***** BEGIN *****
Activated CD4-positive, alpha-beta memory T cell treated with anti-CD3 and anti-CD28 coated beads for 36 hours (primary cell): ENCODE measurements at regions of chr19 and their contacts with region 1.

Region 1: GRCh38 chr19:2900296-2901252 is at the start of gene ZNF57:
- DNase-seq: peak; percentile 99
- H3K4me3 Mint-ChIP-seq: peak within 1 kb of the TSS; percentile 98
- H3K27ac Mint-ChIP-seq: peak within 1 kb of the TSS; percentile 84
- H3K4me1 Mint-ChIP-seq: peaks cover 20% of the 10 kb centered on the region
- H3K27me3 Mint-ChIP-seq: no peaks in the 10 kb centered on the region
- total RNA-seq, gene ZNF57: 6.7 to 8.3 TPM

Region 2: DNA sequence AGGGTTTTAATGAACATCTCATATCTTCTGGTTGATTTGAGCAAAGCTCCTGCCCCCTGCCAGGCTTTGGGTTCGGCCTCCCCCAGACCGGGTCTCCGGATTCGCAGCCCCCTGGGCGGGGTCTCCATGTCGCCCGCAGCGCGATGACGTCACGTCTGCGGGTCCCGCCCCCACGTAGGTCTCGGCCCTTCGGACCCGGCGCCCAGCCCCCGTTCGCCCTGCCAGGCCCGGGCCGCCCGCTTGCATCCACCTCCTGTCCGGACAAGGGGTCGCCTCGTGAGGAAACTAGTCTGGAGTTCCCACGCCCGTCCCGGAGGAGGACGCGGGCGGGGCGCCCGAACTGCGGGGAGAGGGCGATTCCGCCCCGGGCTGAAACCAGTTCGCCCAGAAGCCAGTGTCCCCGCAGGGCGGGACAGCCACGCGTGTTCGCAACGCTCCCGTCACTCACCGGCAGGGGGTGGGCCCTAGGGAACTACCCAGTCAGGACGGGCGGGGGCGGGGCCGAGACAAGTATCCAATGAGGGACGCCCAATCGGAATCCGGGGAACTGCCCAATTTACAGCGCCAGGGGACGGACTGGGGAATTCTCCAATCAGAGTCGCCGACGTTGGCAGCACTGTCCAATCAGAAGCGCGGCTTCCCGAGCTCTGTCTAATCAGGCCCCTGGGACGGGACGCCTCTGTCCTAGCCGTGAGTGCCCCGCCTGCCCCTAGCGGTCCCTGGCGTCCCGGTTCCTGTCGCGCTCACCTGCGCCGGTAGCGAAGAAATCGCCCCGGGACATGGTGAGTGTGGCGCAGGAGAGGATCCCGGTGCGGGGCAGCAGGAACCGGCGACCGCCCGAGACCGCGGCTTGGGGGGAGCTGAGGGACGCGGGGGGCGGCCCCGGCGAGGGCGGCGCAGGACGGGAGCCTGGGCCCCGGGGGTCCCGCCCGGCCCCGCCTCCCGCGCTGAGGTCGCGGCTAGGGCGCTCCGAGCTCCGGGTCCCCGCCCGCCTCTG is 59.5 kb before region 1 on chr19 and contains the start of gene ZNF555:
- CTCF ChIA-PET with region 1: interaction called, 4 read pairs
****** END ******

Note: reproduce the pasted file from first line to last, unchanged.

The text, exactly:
Activated CD4-positive, alpha-beta memory T cell treated with anti-CD3 and anti-CD28 coated beads for 36 hours (primary cell): ENCODE measurements at regions of chr19 and their contacts with region 1.

Region 1: GRCh38 chr19:2900296-2901252 is at the start of gene ZNF57:
- DNase-seq: peak; percentile 99
- H3K4me3 Mint-ChIP-seq: peak within 1 kb of the TSS; percentile 98
- H3K27ac Mint-ChIP-seq: peak within 1 kb of the TSS; percentile 84
- H3K4me1 Mint-ChIP-seq: peaks cover 20% of the 10 kb centered on the region
- H3K27me3 Mint-ChIP-seq: no peaks in the 10 kb centered on the region
- total RNA-seq, gene ZNF57: 6.7 to 8.3 TPM

Region 2: DNA sequence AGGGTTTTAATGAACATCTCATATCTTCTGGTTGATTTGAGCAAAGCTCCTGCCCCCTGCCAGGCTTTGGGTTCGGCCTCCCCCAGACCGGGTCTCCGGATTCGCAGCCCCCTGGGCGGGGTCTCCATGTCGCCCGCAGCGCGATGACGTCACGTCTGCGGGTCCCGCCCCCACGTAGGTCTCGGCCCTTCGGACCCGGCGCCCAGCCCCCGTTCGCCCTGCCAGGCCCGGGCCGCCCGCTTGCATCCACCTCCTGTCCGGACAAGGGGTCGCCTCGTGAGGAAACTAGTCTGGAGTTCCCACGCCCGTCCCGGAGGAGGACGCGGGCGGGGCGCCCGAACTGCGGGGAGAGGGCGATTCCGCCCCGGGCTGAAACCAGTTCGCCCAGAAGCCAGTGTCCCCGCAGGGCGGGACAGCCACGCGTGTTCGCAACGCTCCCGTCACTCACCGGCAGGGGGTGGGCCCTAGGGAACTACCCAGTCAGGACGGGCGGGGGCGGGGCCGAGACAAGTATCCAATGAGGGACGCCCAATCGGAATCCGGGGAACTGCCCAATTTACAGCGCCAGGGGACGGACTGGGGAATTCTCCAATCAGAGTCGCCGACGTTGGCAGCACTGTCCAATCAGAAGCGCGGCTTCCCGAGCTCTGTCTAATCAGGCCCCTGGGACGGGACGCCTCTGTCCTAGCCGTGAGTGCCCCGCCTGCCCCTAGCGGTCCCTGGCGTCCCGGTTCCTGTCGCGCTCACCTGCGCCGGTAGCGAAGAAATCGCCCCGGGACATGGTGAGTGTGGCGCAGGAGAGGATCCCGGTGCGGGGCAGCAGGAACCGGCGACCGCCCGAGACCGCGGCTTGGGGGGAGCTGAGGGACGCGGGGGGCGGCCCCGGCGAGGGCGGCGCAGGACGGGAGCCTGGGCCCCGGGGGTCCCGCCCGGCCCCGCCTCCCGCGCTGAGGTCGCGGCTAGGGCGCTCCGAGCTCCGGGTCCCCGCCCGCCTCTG is 59.5 kb before region 1 on chr19 and contains the start of gene ZNF555:
- CTCF ChIA-PET with region 1: interaction called, 4 read pairs